In 1859, Irish writer Dion Boucicault’s The Octoroon, which concerns an interracial romance on a Louisiana plantation, opened on Broadway. Posters around the city celebrated the “Slave Auction and the Burning Onstage of the Steamboat, Magnolia.” A smash hit, abolitionists hailed it as an anti-slavery play, while others termed it pro-Southern. The New York Times denied it any politics at all, writing, “Nothing in the world could be more harmless and noncommittal.” Of course, this “harmless” piece featured blackface, broad dialect, and several attempted lynchings, which may explain why one of the great stage successes and scandals of the 19th century is so seldom revived.
But starting on June 19 at P.S.122, playwright-director Branden Jacobs-Jenkins will present The Octoroon: An Adaptation of the Octoroon Based on the Octoroon, a new version of Boucicault’s melodrama. With fewer resources and a smaller cast than the original, this Octoroon may not make audiences scream and swoon as it did 150 years ago. Yet the play’s conversation about race and identity may still prove timely and affecting.
If one were looking for a playwright to author an adaptation of this provocative script, one’s thoughts might naturally turn to Jacobs-Jenkins, who found himself, rather unwillingly, at the center of much media ado when his first produced full-length play, Neighbors, debuted at the Public Lab last season. The play, about a contemporary mixed-race family who encounter a house full of blackface performers next door, attracted three Times articles before it had even opened, one of which described it as “one of the most sustained shocks of the season,” a very reductive vision of the piece, which ultimately received mixed reviews.
Jacobs-Jenkins says he first encountered The Octoroon in a book on slavery narratives and experienced a strange déjà vu: “It’s one of those plays that have always been in my head somehow.” He found himself particularly intrigued by the controversy surrounding the play, the several endings that Boucicault wrote for it, and the questions it raises about the relationship of drama and politics, about high art and low. After discussions with P.S.122’s Vallejo Gantner and Gavin Quinn, of the Irish theater company Pan Pan, Jacobs-Jenkins decided to adapt it with Quinn directing. Several weeks into rehearsal, though, Quinn left the project, Jacobs-Jenkins taking over as director. (Neither he, Quinn, nor Gantner would comment on the departure.)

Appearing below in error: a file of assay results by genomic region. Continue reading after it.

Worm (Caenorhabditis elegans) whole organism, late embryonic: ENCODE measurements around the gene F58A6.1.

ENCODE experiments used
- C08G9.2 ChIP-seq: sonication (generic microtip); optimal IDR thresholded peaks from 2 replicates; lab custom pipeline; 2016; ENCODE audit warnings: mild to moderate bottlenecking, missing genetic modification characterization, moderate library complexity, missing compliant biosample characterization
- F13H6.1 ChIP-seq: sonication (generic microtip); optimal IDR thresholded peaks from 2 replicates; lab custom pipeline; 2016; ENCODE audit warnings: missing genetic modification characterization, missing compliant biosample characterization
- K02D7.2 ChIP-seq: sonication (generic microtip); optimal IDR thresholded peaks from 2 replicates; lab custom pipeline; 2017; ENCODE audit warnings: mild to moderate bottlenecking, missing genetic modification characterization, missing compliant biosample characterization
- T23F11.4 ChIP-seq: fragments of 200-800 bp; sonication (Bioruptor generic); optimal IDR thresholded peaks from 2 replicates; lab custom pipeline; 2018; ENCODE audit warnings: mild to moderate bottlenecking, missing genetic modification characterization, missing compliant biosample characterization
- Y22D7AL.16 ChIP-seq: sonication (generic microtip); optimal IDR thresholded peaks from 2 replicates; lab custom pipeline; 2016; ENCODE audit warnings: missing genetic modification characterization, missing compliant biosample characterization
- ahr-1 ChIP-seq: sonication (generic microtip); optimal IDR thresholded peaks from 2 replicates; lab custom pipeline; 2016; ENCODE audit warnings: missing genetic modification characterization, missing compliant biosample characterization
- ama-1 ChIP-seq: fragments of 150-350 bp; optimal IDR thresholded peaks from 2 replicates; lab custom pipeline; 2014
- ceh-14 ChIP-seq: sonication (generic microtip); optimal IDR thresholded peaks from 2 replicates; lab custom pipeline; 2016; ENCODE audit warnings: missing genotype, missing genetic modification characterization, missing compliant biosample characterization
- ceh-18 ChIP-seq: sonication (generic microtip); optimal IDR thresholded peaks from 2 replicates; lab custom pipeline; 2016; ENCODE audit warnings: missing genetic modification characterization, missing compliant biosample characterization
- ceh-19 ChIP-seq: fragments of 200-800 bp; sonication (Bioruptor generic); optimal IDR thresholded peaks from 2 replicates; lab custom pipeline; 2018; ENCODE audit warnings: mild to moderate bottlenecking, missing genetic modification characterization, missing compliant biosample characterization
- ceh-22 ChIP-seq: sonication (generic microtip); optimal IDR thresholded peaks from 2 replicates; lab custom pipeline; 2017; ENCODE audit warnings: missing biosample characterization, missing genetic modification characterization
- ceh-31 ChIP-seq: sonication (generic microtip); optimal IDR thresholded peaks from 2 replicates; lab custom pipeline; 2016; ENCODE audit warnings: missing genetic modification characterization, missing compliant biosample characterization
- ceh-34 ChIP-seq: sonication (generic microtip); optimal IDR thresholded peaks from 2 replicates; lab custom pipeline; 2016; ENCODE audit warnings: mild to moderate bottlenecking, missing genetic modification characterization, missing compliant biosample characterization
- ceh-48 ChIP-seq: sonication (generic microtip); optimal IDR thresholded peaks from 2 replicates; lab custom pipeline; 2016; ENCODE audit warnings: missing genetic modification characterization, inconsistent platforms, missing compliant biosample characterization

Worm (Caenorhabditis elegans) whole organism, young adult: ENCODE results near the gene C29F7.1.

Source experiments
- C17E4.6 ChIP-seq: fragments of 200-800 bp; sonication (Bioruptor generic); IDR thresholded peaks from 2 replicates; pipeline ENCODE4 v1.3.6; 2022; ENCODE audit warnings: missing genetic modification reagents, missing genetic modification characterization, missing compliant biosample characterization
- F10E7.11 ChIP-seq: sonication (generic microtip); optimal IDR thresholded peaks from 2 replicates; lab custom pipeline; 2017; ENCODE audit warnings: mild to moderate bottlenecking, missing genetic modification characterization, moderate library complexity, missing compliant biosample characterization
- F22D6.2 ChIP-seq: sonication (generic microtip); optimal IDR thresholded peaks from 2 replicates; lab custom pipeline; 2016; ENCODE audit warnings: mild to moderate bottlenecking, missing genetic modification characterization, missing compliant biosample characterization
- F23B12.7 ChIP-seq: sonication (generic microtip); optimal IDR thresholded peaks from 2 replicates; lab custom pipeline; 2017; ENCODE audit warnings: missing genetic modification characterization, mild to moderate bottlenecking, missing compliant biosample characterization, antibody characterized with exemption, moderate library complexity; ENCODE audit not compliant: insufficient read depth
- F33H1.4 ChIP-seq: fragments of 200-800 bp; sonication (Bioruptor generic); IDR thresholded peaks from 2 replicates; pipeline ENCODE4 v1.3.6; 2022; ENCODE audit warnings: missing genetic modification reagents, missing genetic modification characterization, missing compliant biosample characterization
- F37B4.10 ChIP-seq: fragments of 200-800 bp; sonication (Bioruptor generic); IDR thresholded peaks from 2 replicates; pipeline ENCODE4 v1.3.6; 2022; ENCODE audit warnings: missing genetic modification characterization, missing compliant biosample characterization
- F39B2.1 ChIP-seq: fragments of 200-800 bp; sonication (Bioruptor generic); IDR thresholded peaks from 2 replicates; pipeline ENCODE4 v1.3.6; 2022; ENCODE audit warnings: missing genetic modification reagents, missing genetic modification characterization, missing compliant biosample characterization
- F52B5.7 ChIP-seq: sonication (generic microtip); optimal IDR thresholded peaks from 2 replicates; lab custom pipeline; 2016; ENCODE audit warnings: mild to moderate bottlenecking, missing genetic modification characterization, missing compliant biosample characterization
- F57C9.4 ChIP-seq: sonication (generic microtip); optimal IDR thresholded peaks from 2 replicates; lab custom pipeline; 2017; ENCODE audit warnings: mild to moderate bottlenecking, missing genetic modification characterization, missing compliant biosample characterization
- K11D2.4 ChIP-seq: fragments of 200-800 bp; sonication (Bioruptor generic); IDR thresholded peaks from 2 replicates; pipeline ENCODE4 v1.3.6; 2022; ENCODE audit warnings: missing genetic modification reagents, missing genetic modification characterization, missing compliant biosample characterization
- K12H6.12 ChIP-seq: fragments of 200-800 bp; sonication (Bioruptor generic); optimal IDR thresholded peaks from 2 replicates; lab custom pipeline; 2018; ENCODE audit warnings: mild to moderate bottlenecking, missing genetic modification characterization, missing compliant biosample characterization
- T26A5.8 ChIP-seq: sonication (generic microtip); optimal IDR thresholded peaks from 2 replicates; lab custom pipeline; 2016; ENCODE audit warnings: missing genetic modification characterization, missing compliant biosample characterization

Jacobs-Jenkins has made several authorial interventions in the script, most centering on the slave characters. In place of Boucicault’s broad vernacular, Jacobs-Jenkins has substituted new language, some of it contemporary and colloquial (“They were some cool-ass white people”), some of it more straightforward and designed to expose the social realities Boucicault’s script smoothes over. Jacobs-Jenkins finds the dialogue a challenge, remarking, “I don’t know any slaves, especially not any slaves from Louisiana in 1859. So I’m not sure how to present their language.” He has contemplated at least one further addition to the script, a new speech at the top of the play.
As writer-director, he has had much to sort out. What degree of comedy to employ, how much genuine emotion, how much sensation? Should blackface be used? How should the play be contextualized for spectators who have long since made up their minds about slavery? And how will he ever fit a whole burning steamboat on to the P.S.122 stage?